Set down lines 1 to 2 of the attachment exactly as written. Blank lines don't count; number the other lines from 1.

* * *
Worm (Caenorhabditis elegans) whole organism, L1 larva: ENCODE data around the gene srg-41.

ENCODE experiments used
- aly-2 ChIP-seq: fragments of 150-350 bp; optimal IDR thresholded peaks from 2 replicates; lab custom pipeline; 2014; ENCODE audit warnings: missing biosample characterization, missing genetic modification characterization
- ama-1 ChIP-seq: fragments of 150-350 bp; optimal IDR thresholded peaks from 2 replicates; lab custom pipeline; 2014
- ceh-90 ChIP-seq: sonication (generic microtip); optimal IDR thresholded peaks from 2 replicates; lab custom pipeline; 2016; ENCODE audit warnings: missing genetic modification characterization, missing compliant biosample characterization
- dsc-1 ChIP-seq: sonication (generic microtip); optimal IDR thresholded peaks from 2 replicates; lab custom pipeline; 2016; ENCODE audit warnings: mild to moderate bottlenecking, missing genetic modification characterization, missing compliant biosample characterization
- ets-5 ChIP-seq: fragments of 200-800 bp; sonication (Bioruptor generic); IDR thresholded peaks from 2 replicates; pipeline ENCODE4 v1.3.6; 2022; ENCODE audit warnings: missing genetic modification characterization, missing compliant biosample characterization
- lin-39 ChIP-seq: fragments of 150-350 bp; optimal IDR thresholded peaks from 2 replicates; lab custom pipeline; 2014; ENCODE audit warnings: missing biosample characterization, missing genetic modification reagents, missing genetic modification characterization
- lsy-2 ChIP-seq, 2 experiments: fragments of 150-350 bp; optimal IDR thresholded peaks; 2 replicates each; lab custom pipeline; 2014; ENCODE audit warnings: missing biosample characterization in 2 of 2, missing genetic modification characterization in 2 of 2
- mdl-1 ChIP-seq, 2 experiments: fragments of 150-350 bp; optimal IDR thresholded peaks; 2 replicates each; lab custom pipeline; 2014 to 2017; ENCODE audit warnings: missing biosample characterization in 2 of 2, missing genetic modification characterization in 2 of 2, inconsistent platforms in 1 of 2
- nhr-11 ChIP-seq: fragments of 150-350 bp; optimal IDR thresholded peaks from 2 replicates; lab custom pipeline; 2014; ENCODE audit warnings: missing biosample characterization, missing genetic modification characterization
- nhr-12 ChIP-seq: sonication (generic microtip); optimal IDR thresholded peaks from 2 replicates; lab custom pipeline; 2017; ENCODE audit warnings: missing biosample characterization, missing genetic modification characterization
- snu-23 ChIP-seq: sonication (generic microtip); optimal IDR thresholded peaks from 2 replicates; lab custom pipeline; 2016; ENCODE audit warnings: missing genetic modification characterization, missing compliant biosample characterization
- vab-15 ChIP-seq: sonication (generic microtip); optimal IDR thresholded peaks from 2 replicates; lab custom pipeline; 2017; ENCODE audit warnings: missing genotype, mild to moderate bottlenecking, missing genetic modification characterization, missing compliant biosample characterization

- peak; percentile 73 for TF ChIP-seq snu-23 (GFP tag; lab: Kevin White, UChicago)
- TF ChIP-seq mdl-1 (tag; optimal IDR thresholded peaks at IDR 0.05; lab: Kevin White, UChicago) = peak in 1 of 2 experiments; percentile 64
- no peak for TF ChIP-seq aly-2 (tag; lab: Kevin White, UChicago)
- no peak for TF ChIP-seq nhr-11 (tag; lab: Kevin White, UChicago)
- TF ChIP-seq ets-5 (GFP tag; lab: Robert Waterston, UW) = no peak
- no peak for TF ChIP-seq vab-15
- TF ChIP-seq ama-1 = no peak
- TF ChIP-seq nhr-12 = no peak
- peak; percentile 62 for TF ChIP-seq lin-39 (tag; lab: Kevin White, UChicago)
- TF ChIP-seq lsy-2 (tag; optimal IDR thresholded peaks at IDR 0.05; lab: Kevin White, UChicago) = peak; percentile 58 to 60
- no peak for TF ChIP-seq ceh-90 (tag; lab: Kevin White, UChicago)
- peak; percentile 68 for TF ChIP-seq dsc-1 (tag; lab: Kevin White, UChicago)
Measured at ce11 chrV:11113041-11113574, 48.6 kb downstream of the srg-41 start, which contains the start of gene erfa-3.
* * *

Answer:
Worm (Caenorhabditis elegans) whole organism, L1 larva: ENCODE data around the gene srg-41.

ENCODE experiments used